Mud Turtles of Arizona
Arizona mud turtle, Kinosternon arizonense
Mud turtles are small (up to 7 inches in length), semi-aquatic turtles with oval-shaped shells in the family Kinosternidae. Turtles in this family have glands on the sides of their bodies that emit a foul-smelling musk when they are disturbed. Mud turtles have one or two hinges on their plastron that allow them to close their shell tightly. Being omnivorous, mud turtles eat snails, aquatic invertebrates, tadpoles, and carrion, but they will also consume some plant matter. There are three species of mud turtles that are found in and near creeks, rivers, lakes, stock tanks, and ciénegas in central and southeastern Arizona. Mud turtles can be relatively common in their preferred habitats.
During hot, dry periods, they aestivate underground in burrows in the mud along the water’s edge; they can remain underground for more than a year during prolonged drought conditions. They also hibernate underground during the winter. Although aquatic, mud turtles are able to travel great distances over land in search of water, an ability that proves useful in arid habitats. This species is usually encountered in ephemeral bodies of water, such as stock tanks, pools, or roadside ditches.
The Arizona mud turtle has a yellowish-brown carapace and a yellow plastron. It reaches about 6 inches in length. The neck and throat are yellow or cream, and the neck has small tubercles. It is limited to south-central Arizona and extreme north-central Mexico. It is diurnal, but becomes more nocturnal during the summer monsoon season. Favorite prey items of the Arizona mud turtle are tadpoles, frogs, and toads, but it also eats invertebrates. The Arizona mud turtle is limited in Arizona to the south-central part of the state, on the Tohono O’odham Nation.
Yellow mud turtle, Kinosternon flavescens
The yellow mud turtle has a brown to yellowish-brown, flattened carapace and a yellow plastron. It reaches about 6.5 inches in total length. The neck is yellow or cream and has small tubercles. Its preferred habitat in Arizona is shallow pools, including stock tanks, with mud or sand bottoms. The yellow mud turtle is diurnally active, and eats insects, frogs, carrion and plant matter. Inhabits still or slow-moving waters, including ponds, stock tanks, and slow-moving streams.
In Arizona, the yellow mud turtle is limited to the extreme southeastern corner of the state, including Cochise and Graham Counties. Nationwide it is found from Nebrasksa south to Mexico, and west to Colorado.
Sonora mud turtle, Kinosternon sonoriense
The Sonora mud turtle has a keeled, olive-brown carapace. The throat and neck are brown with yellow reticulations and there are prominent tubercles under the chin. It reaches approximately 7 inches in length. Although aquatic, the Sonora mud turtle may be seen on land as it travels between bodies of water. It is usually diurnally active, but becomes more nocturnal during the monsoon season. It feeds on invertebrates and small vertebrates, including fish and amphibians, but it also eats carrion and some plant matter. This species can be commonly found in a wide variety of water bodies, including rivers, streams, stock tanks, ponds, and reservoirs.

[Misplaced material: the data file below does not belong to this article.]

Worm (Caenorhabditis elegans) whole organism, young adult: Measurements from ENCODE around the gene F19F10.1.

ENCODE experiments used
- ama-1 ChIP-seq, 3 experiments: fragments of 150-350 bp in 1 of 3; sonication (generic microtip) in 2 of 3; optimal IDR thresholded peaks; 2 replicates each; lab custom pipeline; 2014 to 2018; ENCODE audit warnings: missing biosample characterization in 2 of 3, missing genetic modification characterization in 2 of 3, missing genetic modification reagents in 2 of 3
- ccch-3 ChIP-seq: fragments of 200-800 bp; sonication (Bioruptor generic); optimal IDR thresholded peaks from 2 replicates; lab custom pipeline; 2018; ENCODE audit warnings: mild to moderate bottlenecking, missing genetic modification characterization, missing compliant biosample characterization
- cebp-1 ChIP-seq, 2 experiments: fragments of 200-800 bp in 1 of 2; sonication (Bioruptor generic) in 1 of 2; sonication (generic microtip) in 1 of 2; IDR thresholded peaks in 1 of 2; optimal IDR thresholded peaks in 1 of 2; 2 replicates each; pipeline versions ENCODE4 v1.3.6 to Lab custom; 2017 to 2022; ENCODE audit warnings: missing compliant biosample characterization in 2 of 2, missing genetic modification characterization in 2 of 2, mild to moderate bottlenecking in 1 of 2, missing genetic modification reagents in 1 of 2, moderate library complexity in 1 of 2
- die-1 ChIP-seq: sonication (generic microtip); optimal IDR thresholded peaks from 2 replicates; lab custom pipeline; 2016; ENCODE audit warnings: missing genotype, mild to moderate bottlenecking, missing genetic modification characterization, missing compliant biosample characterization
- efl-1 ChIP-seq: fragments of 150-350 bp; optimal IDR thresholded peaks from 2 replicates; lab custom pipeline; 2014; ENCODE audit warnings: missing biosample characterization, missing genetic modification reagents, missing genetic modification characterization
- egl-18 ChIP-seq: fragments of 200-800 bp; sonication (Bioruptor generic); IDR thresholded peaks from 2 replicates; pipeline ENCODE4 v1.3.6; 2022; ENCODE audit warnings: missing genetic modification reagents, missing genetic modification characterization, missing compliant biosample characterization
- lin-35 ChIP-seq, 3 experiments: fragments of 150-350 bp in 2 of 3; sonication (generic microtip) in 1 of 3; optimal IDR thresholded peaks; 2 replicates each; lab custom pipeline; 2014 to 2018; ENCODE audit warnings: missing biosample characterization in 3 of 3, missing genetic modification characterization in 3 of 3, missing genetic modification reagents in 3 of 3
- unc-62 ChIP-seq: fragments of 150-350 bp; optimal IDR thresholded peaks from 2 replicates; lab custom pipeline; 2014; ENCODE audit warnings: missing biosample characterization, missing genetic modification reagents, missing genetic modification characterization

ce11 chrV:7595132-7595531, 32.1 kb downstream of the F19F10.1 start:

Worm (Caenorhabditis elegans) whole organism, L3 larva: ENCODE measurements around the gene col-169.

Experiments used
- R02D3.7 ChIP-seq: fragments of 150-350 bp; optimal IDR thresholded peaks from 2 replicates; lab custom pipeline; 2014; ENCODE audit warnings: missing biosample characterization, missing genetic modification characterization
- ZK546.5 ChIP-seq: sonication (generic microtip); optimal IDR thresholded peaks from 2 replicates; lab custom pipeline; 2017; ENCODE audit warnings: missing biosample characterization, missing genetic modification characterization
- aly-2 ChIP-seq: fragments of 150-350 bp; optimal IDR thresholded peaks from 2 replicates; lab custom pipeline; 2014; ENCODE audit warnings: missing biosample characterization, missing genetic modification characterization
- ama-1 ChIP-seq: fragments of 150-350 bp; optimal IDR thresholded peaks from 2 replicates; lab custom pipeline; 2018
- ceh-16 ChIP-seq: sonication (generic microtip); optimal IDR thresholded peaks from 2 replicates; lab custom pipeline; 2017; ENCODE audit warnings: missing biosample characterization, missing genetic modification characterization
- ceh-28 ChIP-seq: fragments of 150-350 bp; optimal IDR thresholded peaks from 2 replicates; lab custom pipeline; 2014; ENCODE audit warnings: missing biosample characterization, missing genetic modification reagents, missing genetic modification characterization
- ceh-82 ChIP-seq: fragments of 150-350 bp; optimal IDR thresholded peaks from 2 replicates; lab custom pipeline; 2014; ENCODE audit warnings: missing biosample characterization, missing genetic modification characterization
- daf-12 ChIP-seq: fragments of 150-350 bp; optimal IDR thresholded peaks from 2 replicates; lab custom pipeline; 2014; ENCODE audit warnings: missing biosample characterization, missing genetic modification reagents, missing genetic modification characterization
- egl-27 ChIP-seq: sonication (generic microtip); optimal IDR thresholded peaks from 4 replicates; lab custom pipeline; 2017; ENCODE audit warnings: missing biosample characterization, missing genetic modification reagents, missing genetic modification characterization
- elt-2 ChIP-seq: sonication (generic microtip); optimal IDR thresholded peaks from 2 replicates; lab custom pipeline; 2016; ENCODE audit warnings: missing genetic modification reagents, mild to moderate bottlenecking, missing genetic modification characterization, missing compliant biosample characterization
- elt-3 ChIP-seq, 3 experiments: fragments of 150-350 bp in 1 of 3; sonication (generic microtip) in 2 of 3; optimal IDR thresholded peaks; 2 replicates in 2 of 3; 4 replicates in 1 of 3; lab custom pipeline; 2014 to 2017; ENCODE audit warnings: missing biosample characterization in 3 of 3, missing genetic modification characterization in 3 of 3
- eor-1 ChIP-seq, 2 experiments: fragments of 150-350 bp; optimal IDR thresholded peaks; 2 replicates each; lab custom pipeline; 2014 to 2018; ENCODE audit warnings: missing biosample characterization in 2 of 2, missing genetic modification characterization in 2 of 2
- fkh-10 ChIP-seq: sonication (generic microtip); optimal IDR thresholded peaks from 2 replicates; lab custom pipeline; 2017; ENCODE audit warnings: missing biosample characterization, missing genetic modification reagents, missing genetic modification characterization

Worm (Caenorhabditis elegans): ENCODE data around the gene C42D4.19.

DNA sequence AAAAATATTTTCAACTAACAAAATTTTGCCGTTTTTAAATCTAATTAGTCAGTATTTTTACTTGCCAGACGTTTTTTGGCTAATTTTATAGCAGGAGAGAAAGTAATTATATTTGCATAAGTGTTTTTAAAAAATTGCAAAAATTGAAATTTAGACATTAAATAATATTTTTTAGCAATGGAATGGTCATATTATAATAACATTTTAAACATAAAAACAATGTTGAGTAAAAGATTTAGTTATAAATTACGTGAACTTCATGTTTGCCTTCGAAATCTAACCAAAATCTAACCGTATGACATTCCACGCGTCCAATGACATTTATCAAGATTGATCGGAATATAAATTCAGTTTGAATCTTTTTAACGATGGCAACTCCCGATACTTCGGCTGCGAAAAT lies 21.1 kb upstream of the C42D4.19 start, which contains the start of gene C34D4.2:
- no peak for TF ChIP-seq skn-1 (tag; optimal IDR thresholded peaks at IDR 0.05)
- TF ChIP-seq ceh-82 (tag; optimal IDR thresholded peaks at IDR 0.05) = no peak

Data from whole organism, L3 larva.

The Sonora mud turtle has the most extensive range of the three mud turtles in Arizona. They are found in streams, ponds, and stock tanks in central and southern Arizona. Their range also extends into western New Mexico and north-central Mexico. There are two subspecies in Arizona: Kinosternon sonoriense sonoriense, which is commonly referred to as the Sonora mud turtle and is found in most of the species’ Arizona range, and Kinosternon sonoriense longifemorale, commonly referred to as the Sonoyta mud turtle and found only in Quitobaquito Pond in Arizona and a few isolated sites in Sonora, Mexico.
Because they require consistent sources of water, mud turtles are affected by factors that influence water levels, including groundwater pumping, drought, agricultural pesticide use, intensive cattle grazing, and the introduction of exotic vegetation. Also, because the streams and perennial pools in which they reside are often isolated, populations are vulnerable to local extinctions if the habitat is destroyed. Research is needed on mud turtle reproductive biology and survival to determine minimum sizes for populations to be considered viable.
The Sonoyta mud turtle, because it exists in vulnerable, isolated populations in such a small area, is a candidate for listing under the Endangered Species Act, meaning its status is still under consideration. A hunting license is required to collect mud turtles in Arizona.
How You can Help
Keep wild turtles wild. Do not collect turtles from the wild. Removing turtles from the wild depletes natural turtle populations, which can lead to local extinctions in species like mud turtles that reproduce slowly.
Keep captive turtles captive. Do not release your captive turtles, and make sure that your turtle’s enclosure is secure so that it cannot escape. Captive turtles that are released into the wild can become established, compete for resources, and displace resident turtles. If released, captive turtles can also spread disease that could kill resident turtles.
Participate in the Sponsor-a-Turtle program. The Arizona Game and Fish Department Turtles Project utilizes technical equipment such as radio-telemetry tags, GPS units, and hoop traps to survey and monitor turtle populations statewide. By donating to the Turtles Project, you will help project biologists purchase this gear so that they may continue to plan and implement conservation and management